Washington: Top U.S. companies are eager to invest in India's booming aviation sector's various fields, from security to building new airports, with recent changes in regulatory environment "encouraging" them, American officials have said.
"Indian aviation is experiencing dramatic growth across the board, from the emergence of new carriers to a growing middle class ready to take travel by air. Recent changes to regulatory environment are another encouraging sign," U.S. Transportation Secretary Anthony Fox said at the India-U.S. Aviation Summit in Washington.
"Those changes send a signal to private industry that the Indian government increasingly recognises the needs and interests of business," Fox said.
Director of U.S. Trade and Development Agency (USTDA) Leocadia I Zak said the U.S.-India Aviation Cooperation Program (ACP) is well-positioned to foster growth in the aviation market and to facilitate the changes needed to support that growth.
"The Government of India recognises that growth in the aviation sector means broader growth across the economy, and has already taken steps to enable investment and revise regulations. Last year, the Government approved higher levels of foreign investment in Indian airlines," she said.
"As a result, new investments have recently been announced in both existing and new carriers. The Indian Government has also declared its intent to change its international flight regulations to allow more Indian carriers to enter international service," Zak said.
"USTDA and the ACP have also sought to increase technical capacity through training and the sharing of best practises.
One of the ACP's first activities was an innovative training program that focused on improving high-density air traffic management operations at several Indian airports," Zak said.
USTDA has also worked with its ACP members to assist India in implementing several innovative technologies, she added.
"In fact, before the ACP was formally established, USTDA responded to some of our key U.S. and Indian partners, who had identified a need for improved navigation. The Agency employed a variety of our program tools to assist India in implementing one of the world's most advanced satellite air navigation systems, known as GAGAN," she said.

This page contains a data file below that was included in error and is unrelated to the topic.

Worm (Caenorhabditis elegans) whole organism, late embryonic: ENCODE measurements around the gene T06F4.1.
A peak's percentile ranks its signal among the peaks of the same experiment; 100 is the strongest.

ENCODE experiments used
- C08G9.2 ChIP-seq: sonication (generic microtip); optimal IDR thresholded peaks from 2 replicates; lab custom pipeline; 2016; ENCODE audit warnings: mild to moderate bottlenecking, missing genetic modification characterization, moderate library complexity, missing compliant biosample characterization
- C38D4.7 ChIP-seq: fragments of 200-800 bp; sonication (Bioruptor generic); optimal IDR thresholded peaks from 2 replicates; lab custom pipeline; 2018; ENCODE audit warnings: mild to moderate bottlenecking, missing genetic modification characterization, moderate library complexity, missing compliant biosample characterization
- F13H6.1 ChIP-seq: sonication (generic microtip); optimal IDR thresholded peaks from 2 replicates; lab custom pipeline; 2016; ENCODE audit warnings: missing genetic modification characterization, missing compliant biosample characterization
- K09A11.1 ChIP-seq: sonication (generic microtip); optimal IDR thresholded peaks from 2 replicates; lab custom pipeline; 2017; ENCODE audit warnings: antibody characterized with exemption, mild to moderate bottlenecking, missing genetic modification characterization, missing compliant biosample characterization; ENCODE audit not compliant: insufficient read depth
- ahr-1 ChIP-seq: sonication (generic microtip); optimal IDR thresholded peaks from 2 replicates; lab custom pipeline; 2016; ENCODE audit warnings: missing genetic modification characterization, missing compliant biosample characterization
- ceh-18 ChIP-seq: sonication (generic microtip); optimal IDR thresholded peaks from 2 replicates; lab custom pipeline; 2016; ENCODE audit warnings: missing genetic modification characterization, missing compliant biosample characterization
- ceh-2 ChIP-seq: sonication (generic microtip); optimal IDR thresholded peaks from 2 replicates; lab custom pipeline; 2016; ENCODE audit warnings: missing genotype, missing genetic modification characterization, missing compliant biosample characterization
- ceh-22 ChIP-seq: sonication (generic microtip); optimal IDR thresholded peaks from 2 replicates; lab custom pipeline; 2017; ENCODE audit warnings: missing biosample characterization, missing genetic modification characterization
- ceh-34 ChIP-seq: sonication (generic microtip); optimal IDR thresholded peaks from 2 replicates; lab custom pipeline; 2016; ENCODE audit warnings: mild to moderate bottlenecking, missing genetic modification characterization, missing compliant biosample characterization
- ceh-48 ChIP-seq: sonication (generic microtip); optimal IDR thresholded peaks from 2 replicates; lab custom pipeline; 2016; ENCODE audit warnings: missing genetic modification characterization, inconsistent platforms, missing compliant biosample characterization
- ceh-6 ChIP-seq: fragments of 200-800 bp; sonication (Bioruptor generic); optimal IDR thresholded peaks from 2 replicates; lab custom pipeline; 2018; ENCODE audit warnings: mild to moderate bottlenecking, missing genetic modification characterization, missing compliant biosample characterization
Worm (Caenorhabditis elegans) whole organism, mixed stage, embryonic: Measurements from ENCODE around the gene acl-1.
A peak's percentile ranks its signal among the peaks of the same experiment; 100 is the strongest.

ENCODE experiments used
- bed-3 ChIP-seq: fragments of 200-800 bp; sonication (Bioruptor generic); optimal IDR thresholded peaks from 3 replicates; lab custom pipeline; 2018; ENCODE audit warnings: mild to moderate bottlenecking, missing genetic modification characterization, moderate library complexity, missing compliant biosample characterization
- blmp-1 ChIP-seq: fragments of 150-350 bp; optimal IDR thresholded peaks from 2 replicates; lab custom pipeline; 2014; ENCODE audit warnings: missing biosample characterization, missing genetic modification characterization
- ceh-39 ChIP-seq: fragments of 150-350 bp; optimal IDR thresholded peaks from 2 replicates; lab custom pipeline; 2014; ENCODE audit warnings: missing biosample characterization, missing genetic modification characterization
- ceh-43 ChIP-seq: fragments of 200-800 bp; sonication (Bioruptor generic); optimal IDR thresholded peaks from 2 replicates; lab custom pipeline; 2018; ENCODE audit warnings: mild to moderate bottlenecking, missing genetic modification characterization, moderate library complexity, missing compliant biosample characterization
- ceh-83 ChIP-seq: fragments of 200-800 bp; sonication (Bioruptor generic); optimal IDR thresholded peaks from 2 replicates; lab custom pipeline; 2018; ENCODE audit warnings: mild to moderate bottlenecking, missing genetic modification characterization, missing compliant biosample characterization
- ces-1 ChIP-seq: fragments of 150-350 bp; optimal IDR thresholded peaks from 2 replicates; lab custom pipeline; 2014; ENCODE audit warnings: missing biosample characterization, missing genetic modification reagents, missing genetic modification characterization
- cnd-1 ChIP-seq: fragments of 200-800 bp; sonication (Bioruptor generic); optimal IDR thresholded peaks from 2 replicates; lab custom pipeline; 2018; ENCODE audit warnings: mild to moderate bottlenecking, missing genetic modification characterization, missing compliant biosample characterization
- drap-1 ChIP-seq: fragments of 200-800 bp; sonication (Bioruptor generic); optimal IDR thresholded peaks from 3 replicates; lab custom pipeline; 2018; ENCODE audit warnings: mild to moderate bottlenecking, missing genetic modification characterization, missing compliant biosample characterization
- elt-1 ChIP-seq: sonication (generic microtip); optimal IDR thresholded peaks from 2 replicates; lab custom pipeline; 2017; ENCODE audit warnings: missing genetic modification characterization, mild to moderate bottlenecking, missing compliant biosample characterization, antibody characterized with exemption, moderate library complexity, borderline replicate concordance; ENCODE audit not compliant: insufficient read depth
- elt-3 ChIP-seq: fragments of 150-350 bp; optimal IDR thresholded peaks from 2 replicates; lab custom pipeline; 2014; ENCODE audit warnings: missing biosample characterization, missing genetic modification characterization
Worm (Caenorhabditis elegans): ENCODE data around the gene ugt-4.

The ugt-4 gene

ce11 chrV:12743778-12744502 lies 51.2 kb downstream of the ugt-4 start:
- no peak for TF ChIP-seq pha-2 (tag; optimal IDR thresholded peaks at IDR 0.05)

"As a result, India awarded a major contract to a U.S.-led consortium that is helping to implement GAGAN. When the system becomes operational next year, India will be the fourth region in the world to transition to this cutting-edge technology," Zak said.
Deputy Director General of the U.S. and Foreign Commercial Service (US and FCS) Judy Rising Reinke said that during the past 10 years, U.S. aerospace exports to India have more than doubled reaching more than $1.5 billion in 2012.
"But trade goes both ways, and it's important to note our relationship has led to Indian successes as well. Indian aerospace exports to the United States are almost 22 times what they were a decade ago," she said.
Noting that India is now the ninth largest aviation market in the world, she said the market now handles almost 121 million domestic and 41 million international passengers.
This presents many opportunities for partnership between firms from both the countries, she added.
"For example, as many of you know, India is modernising its existing airport infrastructure, aiming to develop 35 non-metro airports with state-of-the-art facilities and technologies. U.S. companies, many of which are attending this summit, have the experience and know-how to help India meet this goal," Reinke said. "Similarly, U.S. firms have capabilities in maintenance, repair, and overhaul for commercial and general aviation aircraft. We have expertise in pilot training, ground handling equipment, engineering services, cargo management, and emergency response systems for disaster management. These are capabilities we'd like to help India develop," the U.S. official said.
"Partnering with the Indian aviation industry creates economic expansion in India. It helps facilitate more travel and more trade. It has a beneficial impact on safety," she said.
But there are challenges to the cooperation in the aviation sector, she noted.
"There have been challenges to collaboration - in aviation and in other sectors. Insufficient energy, transportation, and supply-chain infrastructure adds to the costs and difficulties of doing business in India. Forced localisation measures and offsets can impede collaboration. Regulatory complexity and corruption also can be formidable barriers," Reinke said.